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Monday, 23 May 2011
Page: 4239

Mr SIMPKINS (Cowan) (18:42): On 12 March 1913 the wife of the then Governor-General of Australia, Lady Denman, announced that the new capital would be called Canberra. With just two years to go before the 100th anniversary of the foundation of our national capital, it is right that we should now mark the significance of some of the key dates that were involved with the establishment of the capital. As the Deputy Chair of the Joint Committee on the National Capital and External Territories, I am very pleased to join and second, with the member for Menzies, the Hon. Kevin Andrews, this motion, which highlights the great importance and significance of the international competition to design the Australian capital, the winning design, the winning architects, and as part of this motion to call upon the National Capital Authority to work with the parliament to arrange an appropriate commemoration. Tomorrow, 24 May 2011, marks the 100th anniversary of the launch of the design competition that began the journey towards the establishment of our truly unique and magnificent capital city of our country.

When you look at the development of our state capitals and other major cities, there was always the potential that the national capital would in some way replicate some aspects of either Sydney or Melbourne, the dominant cities at the time. Yet the vision to have such a design competition really did ensure that a unique capital would be created. In May 1912 the winner of the competition was announced as Walter Burley Griffin, an architect who worked with his wife, Marion Mahony Griffin, to create the design and fundamentally influence the city's design and future. So when you look at the winning design, although it is not exactly the way the city subsequently developed, it is absolutely true to say that the major aspects of the city are evident in the Griffin design. As someone who has lived in this city for over six years of my life, thanks to the Army and the Federal Police before that, I can say that I do appreciate the beauty and functionality of Canberra, and this city that serves our nation well is highly appropriate. Although I am rarely in Canberra these days, apart from being here in Parliament House, when I speak of those places that visitors should come and see, I appreciate the beautiful parts of the city. I think of the lake that bears Griffin's name and I think of the layout of the streets and the monuments and the views that were evident as part of the original design. These are the aspects I recall most fondly, and they are the things that we owe to Griffin. What he planned for the capital and what was achieved are the parts of Canberra that I see as the key parts, and many people share my view. I know that many Australians that have not lived in Canberra or visited Canberra can be dismissive of the capital. However, when they do come here, one thing they will always take home with them and appreciate is the parts of the city that Griffin was responsible for.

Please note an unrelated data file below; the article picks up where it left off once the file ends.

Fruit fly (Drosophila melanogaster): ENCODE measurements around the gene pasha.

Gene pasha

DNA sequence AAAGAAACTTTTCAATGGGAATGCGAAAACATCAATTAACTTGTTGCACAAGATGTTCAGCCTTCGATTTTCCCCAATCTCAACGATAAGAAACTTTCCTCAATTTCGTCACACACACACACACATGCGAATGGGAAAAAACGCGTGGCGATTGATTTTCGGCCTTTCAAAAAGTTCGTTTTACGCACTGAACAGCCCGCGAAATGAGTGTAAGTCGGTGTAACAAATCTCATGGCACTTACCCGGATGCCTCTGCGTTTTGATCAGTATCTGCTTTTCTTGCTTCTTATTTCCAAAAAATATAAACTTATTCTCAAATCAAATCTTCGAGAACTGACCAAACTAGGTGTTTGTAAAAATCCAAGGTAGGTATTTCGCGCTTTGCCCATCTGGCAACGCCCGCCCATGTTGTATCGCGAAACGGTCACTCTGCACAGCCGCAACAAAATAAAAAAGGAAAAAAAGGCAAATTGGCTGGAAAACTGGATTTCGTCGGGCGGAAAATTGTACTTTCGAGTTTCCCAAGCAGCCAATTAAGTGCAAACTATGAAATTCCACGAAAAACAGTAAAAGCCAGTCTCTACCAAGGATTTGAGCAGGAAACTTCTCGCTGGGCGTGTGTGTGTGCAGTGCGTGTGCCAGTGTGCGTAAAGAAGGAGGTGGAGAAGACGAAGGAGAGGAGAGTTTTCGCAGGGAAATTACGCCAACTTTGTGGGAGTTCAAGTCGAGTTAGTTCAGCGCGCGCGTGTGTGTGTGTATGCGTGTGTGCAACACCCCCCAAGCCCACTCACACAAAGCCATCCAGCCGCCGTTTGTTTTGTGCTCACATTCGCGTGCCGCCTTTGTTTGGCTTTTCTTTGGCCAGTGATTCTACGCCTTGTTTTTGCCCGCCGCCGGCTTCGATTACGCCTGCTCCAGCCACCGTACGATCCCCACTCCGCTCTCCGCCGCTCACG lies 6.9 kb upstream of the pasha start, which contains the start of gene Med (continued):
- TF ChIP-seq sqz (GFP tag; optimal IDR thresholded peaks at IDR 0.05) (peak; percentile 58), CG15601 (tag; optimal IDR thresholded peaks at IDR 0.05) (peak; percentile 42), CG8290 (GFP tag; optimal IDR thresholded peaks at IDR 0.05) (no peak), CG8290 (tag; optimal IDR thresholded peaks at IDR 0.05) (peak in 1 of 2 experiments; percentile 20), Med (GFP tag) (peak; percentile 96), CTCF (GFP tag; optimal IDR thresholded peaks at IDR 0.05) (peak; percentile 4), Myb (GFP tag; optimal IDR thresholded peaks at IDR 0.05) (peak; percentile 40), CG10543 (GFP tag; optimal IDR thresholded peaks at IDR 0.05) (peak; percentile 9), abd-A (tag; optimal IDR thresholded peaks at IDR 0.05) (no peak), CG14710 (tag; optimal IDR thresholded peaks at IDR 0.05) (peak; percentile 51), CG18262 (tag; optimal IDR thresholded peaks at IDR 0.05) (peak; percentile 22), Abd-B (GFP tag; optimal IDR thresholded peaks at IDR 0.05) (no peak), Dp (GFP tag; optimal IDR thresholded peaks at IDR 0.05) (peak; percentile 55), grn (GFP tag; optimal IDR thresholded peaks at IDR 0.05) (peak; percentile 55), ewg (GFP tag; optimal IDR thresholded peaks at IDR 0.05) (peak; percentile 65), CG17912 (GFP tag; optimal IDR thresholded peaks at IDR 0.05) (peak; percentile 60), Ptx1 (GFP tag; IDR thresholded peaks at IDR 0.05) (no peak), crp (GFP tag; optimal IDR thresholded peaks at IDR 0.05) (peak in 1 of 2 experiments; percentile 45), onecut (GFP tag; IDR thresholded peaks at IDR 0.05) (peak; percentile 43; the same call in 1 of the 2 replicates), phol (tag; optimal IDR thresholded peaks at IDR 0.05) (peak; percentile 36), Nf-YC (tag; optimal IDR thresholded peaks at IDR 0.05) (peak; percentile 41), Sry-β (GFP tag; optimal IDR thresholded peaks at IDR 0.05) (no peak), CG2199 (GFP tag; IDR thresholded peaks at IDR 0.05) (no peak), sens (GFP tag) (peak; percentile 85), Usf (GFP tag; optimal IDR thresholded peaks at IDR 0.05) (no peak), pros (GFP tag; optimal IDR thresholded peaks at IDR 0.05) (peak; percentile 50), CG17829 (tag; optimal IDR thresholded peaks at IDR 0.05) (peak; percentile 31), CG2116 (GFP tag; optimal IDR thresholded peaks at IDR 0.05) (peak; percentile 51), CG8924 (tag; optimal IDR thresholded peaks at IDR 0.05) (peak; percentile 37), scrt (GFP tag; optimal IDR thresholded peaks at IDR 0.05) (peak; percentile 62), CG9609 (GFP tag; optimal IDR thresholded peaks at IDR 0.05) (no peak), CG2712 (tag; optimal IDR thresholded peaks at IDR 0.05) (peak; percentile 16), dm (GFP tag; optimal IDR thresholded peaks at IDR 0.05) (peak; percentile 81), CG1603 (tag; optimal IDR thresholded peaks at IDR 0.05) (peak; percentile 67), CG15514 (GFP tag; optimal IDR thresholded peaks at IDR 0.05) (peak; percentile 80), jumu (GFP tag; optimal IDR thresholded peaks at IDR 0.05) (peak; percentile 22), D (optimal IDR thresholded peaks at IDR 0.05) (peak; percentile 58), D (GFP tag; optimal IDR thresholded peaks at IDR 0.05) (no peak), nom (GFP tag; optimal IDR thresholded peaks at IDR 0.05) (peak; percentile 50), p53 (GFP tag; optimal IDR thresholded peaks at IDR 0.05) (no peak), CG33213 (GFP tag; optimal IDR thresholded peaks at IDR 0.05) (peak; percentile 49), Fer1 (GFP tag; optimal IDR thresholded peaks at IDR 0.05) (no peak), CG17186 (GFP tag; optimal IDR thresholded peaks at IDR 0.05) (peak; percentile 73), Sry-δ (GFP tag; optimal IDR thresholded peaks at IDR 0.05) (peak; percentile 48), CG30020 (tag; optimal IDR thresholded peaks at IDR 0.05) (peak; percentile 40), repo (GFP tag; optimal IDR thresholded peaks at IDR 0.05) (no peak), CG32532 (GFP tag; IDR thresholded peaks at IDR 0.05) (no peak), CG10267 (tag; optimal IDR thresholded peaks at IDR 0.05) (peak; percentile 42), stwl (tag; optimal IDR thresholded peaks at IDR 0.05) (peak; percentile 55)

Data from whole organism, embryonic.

It is true to say that there was friction between Griffin and the government after the competition had been won. At the time that the implementation of the design was being attempted, the government was obviously focusing on the First World War. As I said before, there are aspects of the plan that were compromised. The key elements and the fundamental design that was implemented nevertheless reflects the tenets of his work. When you look at the final drawings, you see the east, the west and the central basins of the lake itself, which took until 1964 to be completed. The design of many of the roads and the layout of the city are evident. There is no doubt that this city, this capital, is fundamentally the work of its maker, its designer, and we should pay tribute to Walter Burley Griffin for what he achieved. It is somewhat tragic that it took until 1964, when Prime Minister Menzies decided to name the lake after Walter Burley Griffin, before he actually got some credit for the work that he did. Certainly he has became more appreciated with the establishment in 1988 of the Walter Burley Griffin Society.

Given the influence and the importance of the architectural competition and given the fact that we are now moving quickly towards the centenary of Canberra, it seems right and appropriate that as part of that celebration we properly reflect the contribution that Griffin made and the importance of that architectural competition. With the CAPITheticAL design competition that is being undertaken as part of the 100th birthday celebrations for Canberra, it does seem like an appropriate opportunity and location to make a contribution and to commemorate Griffin and the original competition.